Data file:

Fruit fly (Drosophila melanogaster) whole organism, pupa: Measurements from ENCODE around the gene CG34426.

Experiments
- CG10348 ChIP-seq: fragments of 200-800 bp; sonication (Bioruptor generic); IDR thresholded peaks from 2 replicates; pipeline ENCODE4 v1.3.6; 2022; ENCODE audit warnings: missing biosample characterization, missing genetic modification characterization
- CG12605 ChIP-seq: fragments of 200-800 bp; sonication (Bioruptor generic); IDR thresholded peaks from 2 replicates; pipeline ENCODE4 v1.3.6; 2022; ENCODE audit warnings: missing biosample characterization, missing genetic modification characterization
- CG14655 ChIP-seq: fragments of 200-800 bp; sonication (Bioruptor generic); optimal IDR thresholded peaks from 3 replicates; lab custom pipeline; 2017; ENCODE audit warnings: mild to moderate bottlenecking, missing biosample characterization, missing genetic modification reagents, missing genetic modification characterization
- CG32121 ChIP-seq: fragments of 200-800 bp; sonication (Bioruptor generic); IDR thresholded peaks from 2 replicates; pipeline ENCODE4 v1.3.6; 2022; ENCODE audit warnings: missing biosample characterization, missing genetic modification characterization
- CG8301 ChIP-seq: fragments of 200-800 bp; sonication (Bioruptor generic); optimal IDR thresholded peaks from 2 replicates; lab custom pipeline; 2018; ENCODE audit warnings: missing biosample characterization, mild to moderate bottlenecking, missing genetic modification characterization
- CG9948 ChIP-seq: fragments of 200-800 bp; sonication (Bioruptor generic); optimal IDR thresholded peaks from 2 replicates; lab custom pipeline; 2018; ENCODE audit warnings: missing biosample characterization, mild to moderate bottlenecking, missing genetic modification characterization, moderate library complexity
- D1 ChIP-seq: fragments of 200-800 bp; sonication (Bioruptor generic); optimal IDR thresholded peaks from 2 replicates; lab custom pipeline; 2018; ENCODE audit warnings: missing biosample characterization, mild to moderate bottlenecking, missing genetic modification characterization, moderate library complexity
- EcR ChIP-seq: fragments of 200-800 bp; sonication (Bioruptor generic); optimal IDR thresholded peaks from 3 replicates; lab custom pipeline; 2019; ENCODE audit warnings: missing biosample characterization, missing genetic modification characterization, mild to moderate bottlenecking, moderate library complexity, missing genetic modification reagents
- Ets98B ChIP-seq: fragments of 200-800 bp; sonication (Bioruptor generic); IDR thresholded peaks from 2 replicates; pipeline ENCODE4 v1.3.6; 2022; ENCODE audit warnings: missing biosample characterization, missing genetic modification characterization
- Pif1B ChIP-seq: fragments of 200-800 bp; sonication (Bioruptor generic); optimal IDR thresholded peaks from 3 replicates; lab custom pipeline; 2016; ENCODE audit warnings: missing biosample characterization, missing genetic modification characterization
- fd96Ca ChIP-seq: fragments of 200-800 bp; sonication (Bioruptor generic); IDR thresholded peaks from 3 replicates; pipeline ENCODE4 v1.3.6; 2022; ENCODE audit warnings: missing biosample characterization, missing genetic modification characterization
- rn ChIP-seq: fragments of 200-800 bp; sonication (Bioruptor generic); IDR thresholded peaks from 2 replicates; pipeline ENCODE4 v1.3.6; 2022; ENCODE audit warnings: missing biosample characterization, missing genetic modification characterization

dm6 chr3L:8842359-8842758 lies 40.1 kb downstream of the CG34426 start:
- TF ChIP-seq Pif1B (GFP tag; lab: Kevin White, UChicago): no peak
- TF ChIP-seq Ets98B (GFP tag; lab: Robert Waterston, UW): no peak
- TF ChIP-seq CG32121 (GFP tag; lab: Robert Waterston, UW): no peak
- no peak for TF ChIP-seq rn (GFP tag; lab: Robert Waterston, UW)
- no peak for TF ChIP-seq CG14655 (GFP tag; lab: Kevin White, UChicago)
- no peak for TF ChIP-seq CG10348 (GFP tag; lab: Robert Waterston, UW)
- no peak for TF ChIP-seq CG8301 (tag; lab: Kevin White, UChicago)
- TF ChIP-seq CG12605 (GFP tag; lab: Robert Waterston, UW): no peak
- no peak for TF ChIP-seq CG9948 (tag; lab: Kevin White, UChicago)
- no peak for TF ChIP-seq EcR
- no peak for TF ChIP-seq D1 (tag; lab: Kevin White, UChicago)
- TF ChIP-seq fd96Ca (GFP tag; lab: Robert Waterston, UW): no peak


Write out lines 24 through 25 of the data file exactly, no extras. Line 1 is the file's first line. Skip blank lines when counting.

- no peak for TF ChIP-seq CG9948 (tag; lab: Kevin White, UChicago)
- no peak for TF ChIP-seq EcR